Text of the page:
In December, the national clinical director for cancer at NHS England launched a call for action on the treatment for older people. NHS England is now setting up an advisory group to identify where improvements in cancer services for older people can be made. It is also supporting an initiative to ensure that patients are better informed about the options available to them and that they are fully involved in decisions about their treatment.
I thank the Minister for that welcome Answer, but is he aware of the recently published Macmillan Cancer Support report, which shows that up to as 10,000 cancer patients die needlessly each year because of blatant ageism among doctors? For example, recommendations for chemotherapy diminish by as much as half if you are over 70. Since we are an ageing population and half of all new cancer diagnoses are in people over 70, does the Minister agree that it is of the utmost importance that we ensure that people are treated as individuals regardless of their age? How will he ensure that this view is held also among GPs and hospital consultants?
My Lords, I completely agree. The noble Baroness is right that a series of reports has shown that the NHS has too often failed to provide the best possible services to older people. We cannot save lives without tackling inequalities. The NHS has a statutory duty to reduce health inequalities and to improve the health of those with the poorest outcomes. A ban on age discrimination in the NHS services was introduced in 2012, meaning that NHS services need to do everything they can to ensure that they do not discriminate against older people. We will hold the NHS to account for that through the mandate and the NHS outcomes framework.
My Lords, the noble Lord may recall that the Government pledged an additional £750 million to support the cancer strategy. We are doing that, and a range of actions are proceeding there. On the cancer drugs fund, we initially pledged a total of £600 million for the first three years of the fund and we recently pledged another £400 million, making £1 billion in all. I am pleased to say that the cancer drugs fund has so far helped more than 38,000 patients.
My Lords, some two weeks ago, the Minister agreed that, when NICE recommends that a particular form of treatment should be given to patients with cancer, rare cancers and other rare diseases, it is incumbent on clinical commissioning groups to see that those drugs are prescribed. Does the Minister agree that clinical criteria must be employed in reaching decisions as to which patients are to receive those drugs and that age alone must never be a barrier to the prescription of drugs in patients with cancers of that type?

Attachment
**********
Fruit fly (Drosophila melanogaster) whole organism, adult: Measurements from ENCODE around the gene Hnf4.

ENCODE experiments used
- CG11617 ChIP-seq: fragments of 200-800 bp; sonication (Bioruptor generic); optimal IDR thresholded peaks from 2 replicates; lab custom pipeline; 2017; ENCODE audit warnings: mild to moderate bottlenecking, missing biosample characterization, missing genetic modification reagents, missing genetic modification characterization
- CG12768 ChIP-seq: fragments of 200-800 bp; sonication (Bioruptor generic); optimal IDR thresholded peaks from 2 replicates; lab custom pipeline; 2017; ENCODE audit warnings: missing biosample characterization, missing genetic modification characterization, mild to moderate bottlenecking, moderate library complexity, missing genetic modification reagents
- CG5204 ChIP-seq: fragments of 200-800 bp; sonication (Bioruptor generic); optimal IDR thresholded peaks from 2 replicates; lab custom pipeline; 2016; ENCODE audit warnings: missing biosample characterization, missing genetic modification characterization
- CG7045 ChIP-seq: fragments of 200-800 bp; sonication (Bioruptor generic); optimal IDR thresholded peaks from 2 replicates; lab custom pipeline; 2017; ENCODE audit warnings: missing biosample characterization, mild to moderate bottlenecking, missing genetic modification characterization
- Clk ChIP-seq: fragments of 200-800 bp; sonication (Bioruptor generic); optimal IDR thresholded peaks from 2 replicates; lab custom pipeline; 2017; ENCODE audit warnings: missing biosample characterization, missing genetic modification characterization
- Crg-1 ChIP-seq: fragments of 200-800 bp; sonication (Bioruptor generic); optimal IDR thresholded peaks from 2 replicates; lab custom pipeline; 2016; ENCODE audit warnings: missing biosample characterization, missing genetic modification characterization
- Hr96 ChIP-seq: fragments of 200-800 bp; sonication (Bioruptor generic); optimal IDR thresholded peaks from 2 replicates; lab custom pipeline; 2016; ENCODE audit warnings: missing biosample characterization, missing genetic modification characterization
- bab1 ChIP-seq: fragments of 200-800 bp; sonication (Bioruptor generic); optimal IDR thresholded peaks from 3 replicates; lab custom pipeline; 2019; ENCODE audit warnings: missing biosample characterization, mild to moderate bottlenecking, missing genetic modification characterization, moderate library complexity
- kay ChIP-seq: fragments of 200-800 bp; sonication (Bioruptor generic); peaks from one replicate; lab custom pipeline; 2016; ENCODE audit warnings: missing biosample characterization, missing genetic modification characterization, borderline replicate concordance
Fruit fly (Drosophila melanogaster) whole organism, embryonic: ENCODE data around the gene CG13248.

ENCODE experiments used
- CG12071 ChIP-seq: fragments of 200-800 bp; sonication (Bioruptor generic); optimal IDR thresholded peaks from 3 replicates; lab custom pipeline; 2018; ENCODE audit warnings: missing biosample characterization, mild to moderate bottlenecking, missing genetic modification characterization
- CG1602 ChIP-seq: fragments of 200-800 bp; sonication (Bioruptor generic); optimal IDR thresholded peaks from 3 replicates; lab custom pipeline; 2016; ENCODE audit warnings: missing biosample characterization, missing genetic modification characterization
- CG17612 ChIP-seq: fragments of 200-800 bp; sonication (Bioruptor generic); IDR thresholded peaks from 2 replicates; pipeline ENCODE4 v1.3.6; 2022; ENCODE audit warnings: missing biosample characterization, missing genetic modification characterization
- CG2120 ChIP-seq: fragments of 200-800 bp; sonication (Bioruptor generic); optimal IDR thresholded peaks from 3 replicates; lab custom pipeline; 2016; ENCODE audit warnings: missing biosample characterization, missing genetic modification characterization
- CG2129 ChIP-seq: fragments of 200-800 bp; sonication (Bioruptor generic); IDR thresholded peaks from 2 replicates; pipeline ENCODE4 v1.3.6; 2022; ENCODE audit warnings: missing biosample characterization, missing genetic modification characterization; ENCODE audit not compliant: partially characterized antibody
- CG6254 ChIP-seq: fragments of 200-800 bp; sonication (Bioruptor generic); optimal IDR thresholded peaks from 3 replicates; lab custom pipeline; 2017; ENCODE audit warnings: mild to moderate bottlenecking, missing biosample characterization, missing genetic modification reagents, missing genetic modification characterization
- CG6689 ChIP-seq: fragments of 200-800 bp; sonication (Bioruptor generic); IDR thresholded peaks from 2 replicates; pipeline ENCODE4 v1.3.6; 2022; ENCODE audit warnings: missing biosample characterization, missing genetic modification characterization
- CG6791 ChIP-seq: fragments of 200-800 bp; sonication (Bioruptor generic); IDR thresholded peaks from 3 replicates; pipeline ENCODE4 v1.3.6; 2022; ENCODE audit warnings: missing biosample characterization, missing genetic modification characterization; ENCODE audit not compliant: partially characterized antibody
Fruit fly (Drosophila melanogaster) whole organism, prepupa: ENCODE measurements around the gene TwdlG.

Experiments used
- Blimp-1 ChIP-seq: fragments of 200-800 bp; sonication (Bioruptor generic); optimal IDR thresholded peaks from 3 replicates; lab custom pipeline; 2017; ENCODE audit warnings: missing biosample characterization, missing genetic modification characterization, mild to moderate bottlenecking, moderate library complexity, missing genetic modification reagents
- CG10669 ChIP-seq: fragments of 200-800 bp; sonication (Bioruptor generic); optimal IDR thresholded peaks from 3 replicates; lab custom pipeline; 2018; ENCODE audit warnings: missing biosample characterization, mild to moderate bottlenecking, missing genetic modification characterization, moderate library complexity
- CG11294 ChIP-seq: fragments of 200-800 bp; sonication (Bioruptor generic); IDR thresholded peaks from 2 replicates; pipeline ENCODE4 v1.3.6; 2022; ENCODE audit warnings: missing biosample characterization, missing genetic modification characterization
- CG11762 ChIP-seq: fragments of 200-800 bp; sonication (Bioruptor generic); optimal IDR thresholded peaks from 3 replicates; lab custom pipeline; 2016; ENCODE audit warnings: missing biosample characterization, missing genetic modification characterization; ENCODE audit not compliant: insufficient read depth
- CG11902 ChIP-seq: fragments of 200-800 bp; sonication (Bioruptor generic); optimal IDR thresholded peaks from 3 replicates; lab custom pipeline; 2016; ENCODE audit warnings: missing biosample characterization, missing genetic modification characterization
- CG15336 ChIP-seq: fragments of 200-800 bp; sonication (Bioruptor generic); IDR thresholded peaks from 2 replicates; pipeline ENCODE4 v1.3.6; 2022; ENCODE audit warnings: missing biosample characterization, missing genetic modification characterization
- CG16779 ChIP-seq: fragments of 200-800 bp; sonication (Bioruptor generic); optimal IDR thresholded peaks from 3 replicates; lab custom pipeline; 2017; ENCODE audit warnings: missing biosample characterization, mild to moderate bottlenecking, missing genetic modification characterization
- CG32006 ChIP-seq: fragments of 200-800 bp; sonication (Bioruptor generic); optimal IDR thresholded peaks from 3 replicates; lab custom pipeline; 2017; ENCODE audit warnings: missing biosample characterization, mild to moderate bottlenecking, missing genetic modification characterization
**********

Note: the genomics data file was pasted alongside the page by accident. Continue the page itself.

My Lords, I agree. The noble Lord may recall that in December 2012 we worked on a project with Macmillan Cancer Support and Age UK to improve uptake of treatment in older people. That established some key principles for the delivery of age-friendly cancer services. In December 2013, NHS England published an analysis of chemotherapy uptake in older people, and that report reaffirmed those principles and set out some new recommendations around improving the uptake of chemotherapy.
My Lords, in the previous reply the Minister said he had looked at figures for chemotherapy for older people. Has he looked at the figures for radiotherapy for cancer patients of an age, in particular for intensity-modulated radiotherapy, which is not reaching its target but is considered a great improvement on the previous type of radiotherapy being used for cancer cases?
My Lords, the Government invested £23 million aimed at increasing the capacity of radiotherapy centres in England to deliver intensity-modulated radiotherapy. The latest analysis shows that the median average of IMRT activity in England is at 29%, with the vast majority of centres delivering at 24% or above. That 24% was the magic figure recommended a few years ago by the national radiotherapy implementation group. We continue to monitor progress and local action plans closely.
My Lords, I declare an interest as vice-chair of the all-party cancer group. Does the Minister agree that many older people develop cancer and, therefore, to stop treatment would ensure that many Members of your Lordships’ House would not get treatment? Will he therefore take this really very seriously?
My Lords, I am with the noble Baroness all the way in wishing to see your Lordships live a healthy and long life but, as regards the population generally, I hope that I have made clear the Government’s determination to see that all citizens of this country receive treatment according to their ability to benefit from it.
My Lords, I am sure we are all with the noble Baroness in those sentiments. Can I refer the noble Earl back to the research that my noble friend referred to? The report seems to show that survival rates for cancer patients over the age of 75 are very poor in this country compared with other European countries. The noble Earl has said that he will ensure that action is taken through the mandate to NHS England. Should he not give instructions to clinical commissioning groups to start commissioning cancer services with no age discrimination?
My Lords, commissioning is an important ingredient in this, but there is a range of actions that we can take and have taken. We know that low levels of awareness and late diagnosis are particular problems for older patients, so it is welcome news that Public Health England is to run a national campaign to raise awareness of breast cancer in women over the age of 70. We are also raising the screening age for breast cancer to include women aged 71 to 73, and the extension of the NHS bowel cancer screening programme to men and women aged 74 is now complete.